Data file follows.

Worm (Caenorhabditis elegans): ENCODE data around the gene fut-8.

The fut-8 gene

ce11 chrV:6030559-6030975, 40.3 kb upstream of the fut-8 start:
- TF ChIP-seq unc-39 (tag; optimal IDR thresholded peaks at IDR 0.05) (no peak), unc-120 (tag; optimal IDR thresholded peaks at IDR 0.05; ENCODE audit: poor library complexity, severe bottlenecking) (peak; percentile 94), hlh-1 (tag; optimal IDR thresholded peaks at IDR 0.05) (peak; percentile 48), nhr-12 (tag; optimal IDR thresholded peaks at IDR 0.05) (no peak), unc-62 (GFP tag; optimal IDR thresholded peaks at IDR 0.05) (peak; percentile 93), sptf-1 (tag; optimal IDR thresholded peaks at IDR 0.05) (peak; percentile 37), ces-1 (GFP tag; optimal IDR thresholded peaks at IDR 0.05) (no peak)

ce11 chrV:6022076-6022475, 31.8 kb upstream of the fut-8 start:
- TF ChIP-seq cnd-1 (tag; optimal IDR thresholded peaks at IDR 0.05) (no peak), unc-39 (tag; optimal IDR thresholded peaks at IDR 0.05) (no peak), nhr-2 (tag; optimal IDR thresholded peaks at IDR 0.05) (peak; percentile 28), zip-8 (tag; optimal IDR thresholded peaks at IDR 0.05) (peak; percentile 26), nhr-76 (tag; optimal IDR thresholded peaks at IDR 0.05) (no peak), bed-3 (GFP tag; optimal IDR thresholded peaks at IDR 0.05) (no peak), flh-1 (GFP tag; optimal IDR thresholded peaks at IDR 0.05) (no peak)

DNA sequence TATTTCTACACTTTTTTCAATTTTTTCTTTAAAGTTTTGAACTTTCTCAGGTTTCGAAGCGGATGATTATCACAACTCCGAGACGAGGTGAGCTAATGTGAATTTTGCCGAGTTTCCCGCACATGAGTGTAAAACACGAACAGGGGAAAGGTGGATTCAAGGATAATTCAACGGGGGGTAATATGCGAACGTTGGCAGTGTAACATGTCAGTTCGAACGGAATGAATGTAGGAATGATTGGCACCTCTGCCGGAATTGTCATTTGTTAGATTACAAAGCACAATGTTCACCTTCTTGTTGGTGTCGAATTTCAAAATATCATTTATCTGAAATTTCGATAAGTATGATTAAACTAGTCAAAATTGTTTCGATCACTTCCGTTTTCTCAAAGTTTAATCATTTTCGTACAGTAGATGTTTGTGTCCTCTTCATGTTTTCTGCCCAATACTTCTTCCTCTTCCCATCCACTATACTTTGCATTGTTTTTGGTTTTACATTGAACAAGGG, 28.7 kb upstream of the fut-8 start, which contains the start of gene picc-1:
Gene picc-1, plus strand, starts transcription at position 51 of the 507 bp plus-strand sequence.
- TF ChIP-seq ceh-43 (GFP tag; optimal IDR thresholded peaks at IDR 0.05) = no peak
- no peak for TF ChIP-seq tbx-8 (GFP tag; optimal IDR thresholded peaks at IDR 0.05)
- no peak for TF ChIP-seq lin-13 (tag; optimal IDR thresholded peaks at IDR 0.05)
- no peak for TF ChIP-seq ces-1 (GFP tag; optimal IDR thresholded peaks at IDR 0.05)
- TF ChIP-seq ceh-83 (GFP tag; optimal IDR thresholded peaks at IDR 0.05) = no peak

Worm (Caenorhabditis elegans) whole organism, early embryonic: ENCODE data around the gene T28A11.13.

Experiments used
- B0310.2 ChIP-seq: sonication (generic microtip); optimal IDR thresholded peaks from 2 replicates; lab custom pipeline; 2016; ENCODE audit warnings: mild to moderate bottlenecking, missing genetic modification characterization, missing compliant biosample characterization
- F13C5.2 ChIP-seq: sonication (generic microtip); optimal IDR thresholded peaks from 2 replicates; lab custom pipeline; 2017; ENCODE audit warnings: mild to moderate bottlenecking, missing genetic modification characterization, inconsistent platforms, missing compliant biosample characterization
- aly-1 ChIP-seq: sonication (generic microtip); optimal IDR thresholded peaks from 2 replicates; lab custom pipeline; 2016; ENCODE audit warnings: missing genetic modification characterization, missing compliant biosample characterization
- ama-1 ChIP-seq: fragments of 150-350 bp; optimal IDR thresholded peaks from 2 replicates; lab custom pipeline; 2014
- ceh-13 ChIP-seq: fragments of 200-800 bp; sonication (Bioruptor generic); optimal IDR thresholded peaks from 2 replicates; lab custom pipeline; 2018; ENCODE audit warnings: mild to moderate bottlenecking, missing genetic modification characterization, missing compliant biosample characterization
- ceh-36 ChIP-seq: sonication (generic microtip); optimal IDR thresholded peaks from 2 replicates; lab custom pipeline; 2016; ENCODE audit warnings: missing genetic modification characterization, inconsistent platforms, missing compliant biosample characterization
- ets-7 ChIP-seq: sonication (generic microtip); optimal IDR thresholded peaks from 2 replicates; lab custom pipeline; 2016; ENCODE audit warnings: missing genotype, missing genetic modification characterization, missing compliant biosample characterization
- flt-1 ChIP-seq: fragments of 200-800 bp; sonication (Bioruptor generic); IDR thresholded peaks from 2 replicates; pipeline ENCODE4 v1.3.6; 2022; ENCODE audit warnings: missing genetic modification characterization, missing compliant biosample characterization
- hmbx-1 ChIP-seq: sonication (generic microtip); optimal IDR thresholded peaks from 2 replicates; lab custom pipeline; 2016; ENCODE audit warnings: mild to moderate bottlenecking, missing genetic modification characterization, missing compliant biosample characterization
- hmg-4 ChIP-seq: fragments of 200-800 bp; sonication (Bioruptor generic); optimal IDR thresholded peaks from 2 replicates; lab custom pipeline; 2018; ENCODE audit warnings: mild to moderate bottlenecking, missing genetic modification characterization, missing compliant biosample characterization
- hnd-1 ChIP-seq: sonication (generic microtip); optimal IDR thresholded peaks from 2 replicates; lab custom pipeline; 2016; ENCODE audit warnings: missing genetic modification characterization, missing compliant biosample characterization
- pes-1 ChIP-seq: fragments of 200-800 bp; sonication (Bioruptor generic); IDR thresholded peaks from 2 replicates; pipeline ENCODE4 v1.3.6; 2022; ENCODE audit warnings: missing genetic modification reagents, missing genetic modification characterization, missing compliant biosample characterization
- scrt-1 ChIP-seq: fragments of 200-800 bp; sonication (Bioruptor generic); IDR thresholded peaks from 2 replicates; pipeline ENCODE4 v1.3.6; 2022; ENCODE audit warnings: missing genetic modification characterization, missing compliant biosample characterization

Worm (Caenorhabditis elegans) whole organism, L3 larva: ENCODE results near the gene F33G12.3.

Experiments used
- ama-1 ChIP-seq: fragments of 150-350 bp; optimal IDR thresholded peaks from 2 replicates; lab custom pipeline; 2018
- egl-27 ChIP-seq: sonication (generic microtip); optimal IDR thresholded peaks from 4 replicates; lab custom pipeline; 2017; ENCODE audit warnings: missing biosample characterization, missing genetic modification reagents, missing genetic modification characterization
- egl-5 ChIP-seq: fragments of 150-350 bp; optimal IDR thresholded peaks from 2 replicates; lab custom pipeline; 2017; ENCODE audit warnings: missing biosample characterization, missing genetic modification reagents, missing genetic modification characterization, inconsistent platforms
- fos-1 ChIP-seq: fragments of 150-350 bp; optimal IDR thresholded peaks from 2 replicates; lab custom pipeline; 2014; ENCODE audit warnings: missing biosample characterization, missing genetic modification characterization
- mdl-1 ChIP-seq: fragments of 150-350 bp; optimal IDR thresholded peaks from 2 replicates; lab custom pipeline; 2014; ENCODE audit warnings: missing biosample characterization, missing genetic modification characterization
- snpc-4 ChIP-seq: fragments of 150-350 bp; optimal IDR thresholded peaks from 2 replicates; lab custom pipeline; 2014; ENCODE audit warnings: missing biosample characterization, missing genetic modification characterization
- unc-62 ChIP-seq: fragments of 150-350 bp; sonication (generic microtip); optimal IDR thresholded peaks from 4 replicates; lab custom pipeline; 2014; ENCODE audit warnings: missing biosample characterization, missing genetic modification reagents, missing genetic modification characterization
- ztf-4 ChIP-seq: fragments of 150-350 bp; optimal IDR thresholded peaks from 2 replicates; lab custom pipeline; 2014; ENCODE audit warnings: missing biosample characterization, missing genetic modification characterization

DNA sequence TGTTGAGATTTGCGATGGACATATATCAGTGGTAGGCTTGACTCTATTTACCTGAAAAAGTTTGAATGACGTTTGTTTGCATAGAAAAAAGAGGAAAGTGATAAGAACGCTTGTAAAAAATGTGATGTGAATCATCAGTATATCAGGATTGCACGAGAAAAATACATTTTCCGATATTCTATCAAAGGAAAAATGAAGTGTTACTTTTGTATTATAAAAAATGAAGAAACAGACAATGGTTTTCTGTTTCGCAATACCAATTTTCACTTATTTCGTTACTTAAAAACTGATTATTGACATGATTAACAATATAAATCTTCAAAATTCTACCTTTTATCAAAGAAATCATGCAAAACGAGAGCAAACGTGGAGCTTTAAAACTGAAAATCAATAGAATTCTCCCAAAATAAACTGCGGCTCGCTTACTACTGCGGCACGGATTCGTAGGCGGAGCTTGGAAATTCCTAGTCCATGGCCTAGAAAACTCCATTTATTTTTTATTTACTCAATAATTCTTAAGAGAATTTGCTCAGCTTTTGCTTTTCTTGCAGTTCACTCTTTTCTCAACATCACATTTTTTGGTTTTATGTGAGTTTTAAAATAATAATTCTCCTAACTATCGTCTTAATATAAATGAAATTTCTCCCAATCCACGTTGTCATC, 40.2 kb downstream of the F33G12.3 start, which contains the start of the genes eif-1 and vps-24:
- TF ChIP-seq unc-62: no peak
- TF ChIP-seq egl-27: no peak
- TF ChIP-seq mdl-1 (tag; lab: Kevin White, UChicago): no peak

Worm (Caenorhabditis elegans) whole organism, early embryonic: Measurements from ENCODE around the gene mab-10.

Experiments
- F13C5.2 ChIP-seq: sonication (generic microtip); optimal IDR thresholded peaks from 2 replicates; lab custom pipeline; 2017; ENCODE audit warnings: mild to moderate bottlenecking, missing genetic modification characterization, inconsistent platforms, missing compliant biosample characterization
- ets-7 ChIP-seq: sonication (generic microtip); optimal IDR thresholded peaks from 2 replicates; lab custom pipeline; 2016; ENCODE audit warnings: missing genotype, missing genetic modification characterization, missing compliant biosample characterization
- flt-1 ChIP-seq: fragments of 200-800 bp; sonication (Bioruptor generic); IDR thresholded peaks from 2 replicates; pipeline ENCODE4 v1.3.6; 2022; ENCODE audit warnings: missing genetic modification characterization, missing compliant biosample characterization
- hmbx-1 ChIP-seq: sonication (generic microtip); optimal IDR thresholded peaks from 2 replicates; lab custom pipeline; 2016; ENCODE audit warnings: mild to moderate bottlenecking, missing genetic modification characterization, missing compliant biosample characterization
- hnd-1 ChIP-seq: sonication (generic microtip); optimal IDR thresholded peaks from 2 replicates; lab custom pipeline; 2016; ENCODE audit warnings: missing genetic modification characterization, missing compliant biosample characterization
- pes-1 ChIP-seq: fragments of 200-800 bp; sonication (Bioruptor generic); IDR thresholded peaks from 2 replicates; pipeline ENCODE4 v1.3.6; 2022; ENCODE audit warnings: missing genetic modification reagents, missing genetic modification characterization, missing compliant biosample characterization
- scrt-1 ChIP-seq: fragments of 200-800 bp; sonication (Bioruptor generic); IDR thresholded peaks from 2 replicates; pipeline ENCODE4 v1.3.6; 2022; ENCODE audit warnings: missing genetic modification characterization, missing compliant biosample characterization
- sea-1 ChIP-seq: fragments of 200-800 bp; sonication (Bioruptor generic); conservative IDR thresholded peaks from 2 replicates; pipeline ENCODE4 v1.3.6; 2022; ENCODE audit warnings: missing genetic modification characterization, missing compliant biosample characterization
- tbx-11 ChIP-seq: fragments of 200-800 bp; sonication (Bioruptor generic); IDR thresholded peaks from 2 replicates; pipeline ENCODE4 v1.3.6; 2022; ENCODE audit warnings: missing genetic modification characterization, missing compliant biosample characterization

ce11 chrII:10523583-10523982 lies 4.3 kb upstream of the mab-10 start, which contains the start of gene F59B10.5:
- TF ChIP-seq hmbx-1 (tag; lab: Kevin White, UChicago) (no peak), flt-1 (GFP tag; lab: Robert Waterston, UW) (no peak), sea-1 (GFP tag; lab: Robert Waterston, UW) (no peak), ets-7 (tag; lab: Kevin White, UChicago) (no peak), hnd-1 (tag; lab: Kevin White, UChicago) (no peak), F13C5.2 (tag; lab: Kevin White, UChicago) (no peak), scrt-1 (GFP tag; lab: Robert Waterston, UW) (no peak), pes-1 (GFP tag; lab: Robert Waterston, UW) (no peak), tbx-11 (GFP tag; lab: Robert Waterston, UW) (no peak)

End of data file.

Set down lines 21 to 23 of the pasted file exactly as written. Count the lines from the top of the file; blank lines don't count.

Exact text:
- ceh-36 ChIP-seq: sonication (generic microtip); optimal IDR thresholded peaks from 2 replicates; lab custom pipeline; 2016; ENCODE audit warnings: missing genetic modification characterization, inconsistent platforms, missing compliant biosample characterization
- ets-7 ChIP-seq: sonication (generic microtip); optimal IDR thresholded peaks from 2 replicates; lab custom pipeline; 2016; ENCODE audit warnings: missing genotype, missing genetic modification characterization, missing compliant biosample characterization
- flt-1 ChIP-seq: fragments of 200-800 bp; sonication (Bioruptor generic); IDR thresholded peaks from 2 replicates; pipeline ENCODE4 v1.3.6; 2022; ENCODE audit warnings: missing genetic modification characterization, missing compliant biosample characterization